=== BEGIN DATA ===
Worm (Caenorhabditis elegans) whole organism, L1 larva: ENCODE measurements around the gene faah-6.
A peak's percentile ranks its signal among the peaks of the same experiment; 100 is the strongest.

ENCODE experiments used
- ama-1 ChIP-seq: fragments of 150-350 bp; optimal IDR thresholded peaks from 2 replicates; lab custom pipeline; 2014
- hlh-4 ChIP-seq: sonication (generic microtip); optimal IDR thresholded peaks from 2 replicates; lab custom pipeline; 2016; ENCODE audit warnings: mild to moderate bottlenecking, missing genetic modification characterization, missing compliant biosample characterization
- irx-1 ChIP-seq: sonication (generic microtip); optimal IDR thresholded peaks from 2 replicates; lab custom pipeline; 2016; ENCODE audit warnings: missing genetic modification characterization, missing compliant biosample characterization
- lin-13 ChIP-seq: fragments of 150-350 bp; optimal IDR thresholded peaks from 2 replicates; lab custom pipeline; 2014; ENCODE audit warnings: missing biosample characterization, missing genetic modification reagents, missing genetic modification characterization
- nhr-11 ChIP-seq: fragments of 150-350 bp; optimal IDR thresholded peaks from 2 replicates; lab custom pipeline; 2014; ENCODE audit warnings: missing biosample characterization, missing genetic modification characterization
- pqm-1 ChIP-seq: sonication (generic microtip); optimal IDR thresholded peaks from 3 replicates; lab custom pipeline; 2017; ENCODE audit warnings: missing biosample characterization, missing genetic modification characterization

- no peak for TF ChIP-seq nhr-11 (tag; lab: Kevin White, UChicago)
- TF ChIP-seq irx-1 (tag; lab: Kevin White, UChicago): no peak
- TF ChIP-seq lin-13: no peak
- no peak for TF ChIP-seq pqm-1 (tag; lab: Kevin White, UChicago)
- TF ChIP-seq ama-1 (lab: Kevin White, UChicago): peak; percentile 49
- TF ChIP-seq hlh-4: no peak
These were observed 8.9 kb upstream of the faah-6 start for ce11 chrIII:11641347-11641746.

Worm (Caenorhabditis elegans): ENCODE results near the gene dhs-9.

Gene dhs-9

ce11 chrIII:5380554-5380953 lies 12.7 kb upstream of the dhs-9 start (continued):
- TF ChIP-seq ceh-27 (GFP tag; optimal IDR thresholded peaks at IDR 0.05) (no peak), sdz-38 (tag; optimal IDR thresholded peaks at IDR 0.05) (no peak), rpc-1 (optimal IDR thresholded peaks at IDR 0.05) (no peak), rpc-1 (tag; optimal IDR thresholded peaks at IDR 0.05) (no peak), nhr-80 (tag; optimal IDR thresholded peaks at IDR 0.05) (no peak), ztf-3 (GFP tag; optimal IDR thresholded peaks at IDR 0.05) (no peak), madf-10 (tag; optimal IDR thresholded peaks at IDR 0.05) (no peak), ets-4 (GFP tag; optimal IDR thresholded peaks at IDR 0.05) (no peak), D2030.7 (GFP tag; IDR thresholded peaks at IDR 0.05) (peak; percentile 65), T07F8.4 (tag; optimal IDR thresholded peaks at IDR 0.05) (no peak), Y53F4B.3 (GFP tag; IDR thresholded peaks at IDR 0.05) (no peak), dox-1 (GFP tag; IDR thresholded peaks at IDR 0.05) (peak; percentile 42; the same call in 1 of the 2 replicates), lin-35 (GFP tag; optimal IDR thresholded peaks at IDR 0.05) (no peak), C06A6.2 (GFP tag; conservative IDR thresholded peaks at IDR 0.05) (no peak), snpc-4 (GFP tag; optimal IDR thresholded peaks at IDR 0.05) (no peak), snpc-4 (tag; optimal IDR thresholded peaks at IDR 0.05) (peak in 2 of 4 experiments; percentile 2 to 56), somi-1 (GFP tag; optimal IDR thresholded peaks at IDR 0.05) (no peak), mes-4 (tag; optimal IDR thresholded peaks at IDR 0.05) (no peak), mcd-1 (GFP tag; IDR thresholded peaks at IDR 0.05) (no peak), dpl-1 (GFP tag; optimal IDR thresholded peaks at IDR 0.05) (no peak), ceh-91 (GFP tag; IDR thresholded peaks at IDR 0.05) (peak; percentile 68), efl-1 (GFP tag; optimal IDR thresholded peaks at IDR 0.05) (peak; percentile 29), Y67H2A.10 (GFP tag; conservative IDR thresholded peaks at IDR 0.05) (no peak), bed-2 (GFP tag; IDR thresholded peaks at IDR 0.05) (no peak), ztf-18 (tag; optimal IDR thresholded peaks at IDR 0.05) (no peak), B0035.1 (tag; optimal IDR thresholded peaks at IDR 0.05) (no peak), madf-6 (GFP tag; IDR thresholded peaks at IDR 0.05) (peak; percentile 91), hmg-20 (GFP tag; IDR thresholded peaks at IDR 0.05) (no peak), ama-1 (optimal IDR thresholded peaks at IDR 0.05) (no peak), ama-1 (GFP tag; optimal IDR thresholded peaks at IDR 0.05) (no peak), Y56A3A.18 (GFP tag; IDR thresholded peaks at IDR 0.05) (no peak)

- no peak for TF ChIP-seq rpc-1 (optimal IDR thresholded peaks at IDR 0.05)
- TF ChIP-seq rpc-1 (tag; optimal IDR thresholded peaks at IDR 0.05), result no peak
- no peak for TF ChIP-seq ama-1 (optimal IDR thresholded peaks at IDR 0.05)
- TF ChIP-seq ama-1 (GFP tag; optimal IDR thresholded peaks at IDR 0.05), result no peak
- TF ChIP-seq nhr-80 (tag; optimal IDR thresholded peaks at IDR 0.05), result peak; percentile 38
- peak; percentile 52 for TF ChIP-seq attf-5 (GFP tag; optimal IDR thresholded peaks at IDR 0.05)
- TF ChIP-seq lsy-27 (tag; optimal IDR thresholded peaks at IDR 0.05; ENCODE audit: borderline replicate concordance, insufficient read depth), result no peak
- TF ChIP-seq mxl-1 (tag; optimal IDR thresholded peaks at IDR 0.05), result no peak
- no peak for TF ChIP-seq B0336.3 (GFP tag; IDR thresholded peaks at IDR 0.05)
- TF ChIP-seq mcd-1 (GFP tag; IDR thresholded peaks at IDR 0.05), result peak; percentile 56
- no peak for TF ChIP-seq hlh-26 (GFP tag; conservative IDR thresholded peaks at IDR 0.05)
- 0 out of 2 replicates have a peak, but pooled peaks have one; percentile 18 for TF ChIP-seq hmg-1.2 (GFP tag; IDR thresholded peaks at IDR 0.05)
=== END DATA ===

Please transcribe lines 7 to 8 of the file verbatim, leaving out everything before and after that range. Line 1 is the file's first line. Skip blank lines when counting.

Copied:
- lin-13 ChIP-seq: fragments of 150-350 bp; optimal IDR thresholded peaks from 2 replicates; lab custom pipeline; 2014; ENCODE audit warnings: missing biosample characterization, missing genetic modification reagents, missing genetic modification characterization
- nhr-11 ChIP-seq: fragments of 150-350 bp; optimal IDR thresholded peaks from 2 replicates; lab custom pipeline; 2014; ENCODE audit warnings: missing biosample characterization, missing genetic modification characterization